BioPharmX Corporation (NYSEMKT:BPMX), which has zero-debt on its balance sheet, can maximize capital returns by increasing debt due to its lower cost of capital. However, the trade-off is BPMX will have to follow strict debt obligations which will reduce its financial flexibility. While zero-debt makes the due diligence for potential investors less nerve-racking, it poses a new question: how should they assess the financial strength of such companies? I will go over a basic overview of the stock’s financial health, which I believe provides a ballpark estimate of their financial health status.
Does BPMX’s growth rate justify its decision for financial flexibility over lower cost of capital?
Debt capital generally has lower cost of capital compared to equity funding. But the downside of having debt in a company’s balance sheet is the debtholder’s higher claim on its assets in the case of liquidation, as well as stricter capital management requirements. BPMX’s absence of debt on its balance sheet may be due to lack of access to cheaper capital, or it may simply believe low cost is not worth sacrificing financial flexibility. However, choosing flexibility over capital returns is logical only if it’s a high-growth company. Opposite to the high growth we were expecting, BPMX’s negative revenue growth of -6.0% hardly justifies opting for zero-debt. If the decline sustains, it may find it hard to raise debt at an acceptable cost.
Does BPMX’s liquid assets cover its short-term commitments?
Since BioPharmX doesn’t have any debt on its balance sheet, it doesn’t have any solvency issues, which is a term used to describe the company’s ability to meet its long-term obligations. However, another measure of financial health is its short-term obligations, which is known as liquidity. These include payments to suppliers, employees and other stakeholders. Looking at BPMX’s US$3.1m in current liabilities, it appears that the company has been able to meet these commitments with a current assets level of US$7.3m, leading to a 2.39x current account ratio. Generally, for Pharmaceuticals companies, this is a reasonable ratio since there is a bit of a cash buffer without leaving too much capital in a low-return environment.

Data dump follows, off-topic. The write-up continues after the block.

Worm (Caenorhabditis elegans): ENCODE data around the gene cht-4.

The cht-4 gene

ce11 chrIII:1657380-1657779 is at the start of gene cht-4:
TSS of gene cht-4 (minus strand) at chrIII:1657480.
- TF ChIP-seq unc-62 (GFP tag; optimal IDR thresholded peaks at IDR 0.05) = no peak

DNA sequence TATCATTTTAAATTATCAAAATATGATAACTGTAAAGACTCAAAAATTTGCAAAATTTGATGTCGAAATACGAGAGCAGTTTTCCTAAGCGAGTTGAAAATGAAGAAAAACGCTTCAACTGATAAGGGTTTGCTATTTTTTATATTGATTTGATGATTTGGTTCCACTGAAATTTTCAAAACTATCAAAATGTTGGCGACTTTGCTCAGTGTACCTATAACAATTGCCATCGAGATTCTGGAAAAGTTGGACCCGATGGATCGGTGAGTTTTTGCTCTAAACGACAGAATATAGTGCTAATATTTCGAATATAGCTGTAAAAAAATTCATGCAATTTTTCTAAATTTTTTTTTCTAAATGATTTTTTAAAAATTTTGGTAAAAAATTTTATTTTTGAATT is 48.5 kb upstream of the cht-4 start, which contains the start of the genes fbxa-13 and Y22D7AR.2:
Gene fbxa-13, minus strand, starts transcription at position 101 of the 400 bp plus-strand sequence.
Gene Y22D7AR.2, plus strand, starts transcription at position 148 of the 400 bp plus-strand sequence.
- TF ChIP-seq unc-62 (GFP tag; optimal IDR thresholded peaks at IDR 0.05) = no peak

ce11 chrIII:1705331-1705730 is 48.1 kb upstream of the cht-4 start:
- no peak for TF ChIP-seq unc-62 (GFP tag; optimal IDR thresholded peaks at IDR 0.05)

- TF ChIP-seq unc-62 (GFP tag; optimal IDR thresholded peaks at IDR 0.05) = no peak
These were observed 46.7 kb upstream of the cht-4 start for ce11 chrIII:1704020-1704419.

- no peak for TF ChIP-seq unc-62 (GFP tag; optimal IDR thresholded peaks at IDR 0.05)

Having no debt on the books means BPMX has more financial freedom to keep growing at its current fast rate. This may mean this is an optimal capital structure for the business, given that it is also meeting its short-term commitment. Going forward, its financial position may change. I admit this is a fairly basic analysis for BPMX’s financial health. Other important fundamentals need to be considered alongside. I suggest you continue to research BioPharmX to get a better picture of the stock by looking at:
- Future Outlook: What are well-informed industry analysts predicting for BPMX’s future growth? Take a look at our free research report of analyst consensus for BPMX’s outlook.
- Historical Performance: What has BPMX’s returns been like over the past? Go into more detail in the past track record analysis and take a look at the free visual representations of our analysis for more clarity.
- Other High-Performing Stocks: Are there other stocks that provide better prospects with proven track records? Explore our free list of these great stocks here.
To help readers see past the short term volatility of the financial market, we aim to bring you a long-term focused research analysis purely driven by fundamental data. Note that our analysis does not factor in the latest price-sensitive company announcements.
The author is an independent contributor and at the time of publication had no position in the stocks mentioned. For errors that warrant correction please contact the editor at firstname.lastname@example.org.